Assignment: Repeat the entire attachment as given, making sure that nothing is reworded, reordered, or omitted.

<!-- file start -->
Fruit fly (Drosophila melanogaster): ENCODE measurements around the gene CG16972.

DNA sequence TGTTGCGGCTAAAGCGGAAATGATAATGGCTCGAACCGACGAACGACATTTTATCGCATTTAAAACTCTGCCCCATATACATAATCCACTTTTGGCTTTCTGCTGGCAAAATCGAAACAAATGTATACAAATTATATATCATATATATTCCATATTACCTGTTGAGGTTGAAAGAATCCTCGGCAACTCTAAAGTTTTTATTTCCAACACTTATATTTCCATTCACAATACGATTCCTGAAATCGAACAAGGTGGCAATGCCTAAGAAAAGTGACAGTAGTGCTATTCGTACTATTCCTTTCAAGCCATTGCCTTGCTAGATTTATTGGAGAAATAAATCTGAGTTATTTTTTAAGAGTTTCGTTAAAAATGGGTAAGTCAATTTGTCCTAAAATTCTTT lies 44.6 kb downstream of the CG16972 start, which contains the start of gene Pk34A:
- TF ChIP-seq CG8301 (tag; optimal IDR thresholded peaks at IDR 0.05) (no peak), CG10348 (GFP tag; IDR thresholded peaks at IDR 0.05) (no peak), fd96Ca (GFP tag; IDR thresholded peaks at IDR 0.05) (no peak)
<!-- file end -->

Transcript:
Fruit fly (Drosophila melanogaster): ENCODE measurements around the gene CG16972.

DNA sequence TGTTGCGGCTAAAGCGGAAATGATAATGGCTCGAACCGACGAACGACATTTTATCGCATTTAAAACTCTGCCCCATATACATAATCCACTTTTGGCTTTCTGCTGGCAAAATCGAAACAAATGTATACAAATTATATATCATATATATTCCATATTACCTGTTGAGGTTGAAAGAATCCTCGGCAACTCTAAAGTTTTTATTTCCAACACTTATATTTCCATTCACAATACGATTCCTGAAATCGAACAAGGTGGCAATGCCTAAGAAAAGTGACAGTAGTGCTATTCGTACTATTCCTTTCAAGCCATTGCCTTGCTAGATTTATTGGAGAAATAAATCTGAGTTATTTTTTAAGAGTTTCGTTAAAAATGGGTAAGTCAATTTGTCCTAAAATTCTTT lies 44.6 kb downstream of the CG16972 start, which contains the start of gene Pk34A:
- TF ChIP-seq CG8301 (tag; optimal IDR thresholded peaks at IDR 0.05) (no peak), CG10348 (GFP tag; IDR thresholded peaks at IDR 0.05) (no peak), fd96Ca (GFP tag; IDR thresholded peaks at IDR 0.05) (no peak)